The Power of Theme

My take on theme in writing is simple.

What do you have to say about the human condition? That’s your theme. I’m willing to bet that you have a few opinions about life, love, survival, death, loss, heartache, ambition, faith, change, family, sacrifice, trust, education, government, war, or growing up.

You do, right? Maybe there are generalizations about a topic that drive you crazy? Maybe you’ve had personal experiences that have shaped your views profoundly? My agent, who was a brilliant editor before she became an agent, once told me that my book needed to be about something beyond the characters and the plot. What, at the end of the day, was my book about?

If I couldn’t answer that question in one sentence or less, the book wasn’t ready. It’s through theme that a story transcends entertainment and becomes something more. Something that makes the reader think beyond the characters and their immediate problems, intruding into the reader’s own views about the human condition, reaffirming or changing the way they look at the world.

 I don’t think it’s crucial to know your theme when you first start writing a story. Oftentimes, we don’t know why we’re drawn to certain topics or stories, and we’re figuring them out as we go. But by the end of that first draft, you’ll start to notice themes weaving their way into your story on their own. At that point, I do think it’s important to understand what your book is really about, because your plan for revision will be shaped by what you want to say.

As a trial attorney, I was taught to use themes to present a case, as a way of priming the jury to hear and interpret the story from a certain perspective right off the bat, by inviting them to connect emotionally to using universal concepts that are readily understandable. When you have one hour to communicate a complex chronology of facts and legal issues, a good theme will do a good bit of the work for you, by preparing your audience to see the facts (or story) from a particular point of view.
“Hell hath no fury like a woman scorned.” That one line communicates the prosecutor’s message more effectively than a long winded explanation about all of the events that may have driven the spurned wife to violence.

I once read (I wish I could remember where) that one of the best ways to effectively communicate theme in a novel is to have one of the characters actually say the theme at some point in the story. This jibes with what I’ve learned about theme as an attorney- stating the theme primes your audience to interpret events with your world view in mind. In lawyer speak, it’s effective advocacy. And let’s face it, at the end of the novel, we want to persuade the reader to see things from our point of view. Or at least to understand it.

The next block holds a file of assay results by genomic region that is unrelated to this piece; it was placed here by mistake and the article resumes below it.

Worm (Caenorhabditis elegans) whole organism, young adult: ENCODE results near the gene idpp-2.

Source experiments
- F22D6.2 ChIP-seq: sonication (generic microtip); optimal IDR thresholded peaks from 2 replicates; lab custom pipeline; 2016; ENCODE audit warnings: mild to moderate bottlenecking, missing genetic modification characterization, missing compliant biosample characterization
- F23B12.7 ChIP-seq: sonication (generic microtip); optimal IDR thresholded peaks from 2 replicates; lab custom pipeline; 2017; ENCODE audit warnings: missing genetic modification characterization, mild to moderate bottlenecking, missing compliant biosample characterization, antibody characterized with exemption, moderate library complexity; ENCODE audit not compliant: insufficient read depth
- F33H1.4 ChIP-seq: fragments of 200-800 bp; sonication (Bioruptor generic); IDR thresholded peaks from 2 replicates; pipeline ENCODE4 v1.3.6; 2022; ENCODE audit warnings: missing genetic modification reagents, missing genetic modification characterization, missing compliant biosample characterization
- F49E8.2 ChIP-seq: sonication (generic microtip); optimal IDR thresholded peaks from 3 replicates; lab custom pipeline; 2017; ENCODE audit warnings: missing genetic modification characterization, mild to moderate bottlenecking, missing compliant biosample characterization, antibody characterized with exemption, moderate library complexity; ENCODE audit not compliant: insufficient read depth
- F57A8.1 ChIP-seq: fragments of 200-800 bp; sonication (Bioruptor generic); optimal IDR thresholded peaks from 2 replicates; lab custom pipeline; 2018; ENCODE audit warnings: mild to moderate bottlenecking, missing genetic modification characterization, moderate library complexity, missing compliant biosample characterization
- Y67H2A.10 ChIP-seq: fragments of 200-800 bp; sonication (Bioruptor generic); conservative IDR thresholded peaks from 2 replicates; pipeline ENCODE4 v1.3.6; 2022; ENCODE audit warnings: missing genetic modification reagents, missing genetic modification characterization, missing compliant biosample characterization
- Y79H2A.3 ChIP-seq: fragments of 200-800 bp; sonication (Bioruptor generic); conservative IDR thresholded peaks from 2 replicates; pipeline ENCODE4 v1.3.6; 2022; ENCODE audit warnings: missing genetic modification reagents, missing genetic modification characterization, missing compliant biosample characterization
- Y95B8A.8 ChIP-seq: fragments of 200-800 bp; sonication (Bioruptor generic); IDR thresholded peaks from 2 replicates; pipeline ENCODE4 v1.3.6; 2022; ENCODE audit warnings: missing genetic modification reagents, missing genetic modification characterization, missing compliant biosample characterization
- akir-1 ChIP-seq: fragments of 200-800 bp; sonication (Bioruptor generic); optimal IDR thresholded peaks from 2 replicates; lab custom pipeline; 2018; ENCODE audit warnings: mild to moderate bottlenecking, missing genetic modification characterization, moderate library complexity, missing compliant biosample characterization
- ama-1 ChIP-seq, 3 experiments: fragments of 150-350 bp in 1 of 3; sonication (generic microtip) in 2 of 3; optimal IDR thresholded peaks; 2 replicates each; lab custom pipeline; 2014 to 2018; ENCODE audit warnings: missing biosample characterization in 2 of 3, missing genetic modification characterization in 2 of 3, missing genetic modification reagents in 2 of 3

I think of themes in terms of broad, pithy statements:
 “Promises are made to be broken.”
 “Promises should be kept at all costs.”
 “Beauty is only skin deep.”
 “Appearance is the only thing that really matters.”
 “Love is worth the risk of heartbreak.”
 “Love is a death sentence.”
 “You get to decide what kind of person you’ll be.”
 “You can’t change who you are.”

Chances are you agreed with some of these statements. You disagreed with others. But I’m willing to bet you considered what your personal beliefs were, and tried to reconcile your beliefs with the statement. That’s the power of theme. It challenges the reader to question their own beliefs. Through story, a writer can raise new questions and present a different way of looking at society, life and our own belief system.

When executed well, theme can help a story to change people, or at least help them empathize with a different world view.

One caveat, theme should not be confused with a moral. Themes can be dark and pessimistic. And the goal of your book is not to “teach” a certain point. Your goal is to tell a good story, and through story, share a truth about the human condition. Theme connects readers to your work in an immediate, interactive and persuasive way.

 Why wouldn’t you want to include it in your stories?
 I know you have something to say.
 Go ahead, say it.


Can you divide up the paragraph. It's kind of hard to read this way. Yep, I hate it when Blogger does this. Happens to me all the time.

Stina, Sorry fot the technical difficulties...I think we got it fixed.

Great post, Talia. Love the point about theme making the book transcend. LOVE that.

Hope you're doing well!


This post was so timely for me, thank you! And I love how you related your previous experience as a lawyer with writing--I enjoyed it much!

Stina, yes- Blogger was driving me slightly insane last night! Thank goodness Bret saved it.

Carol, Martina and Naomi, so glad you found the post helpful. I was just thinking how the main character's emotional arc is often tied very closely to theme. I think that might be another post.


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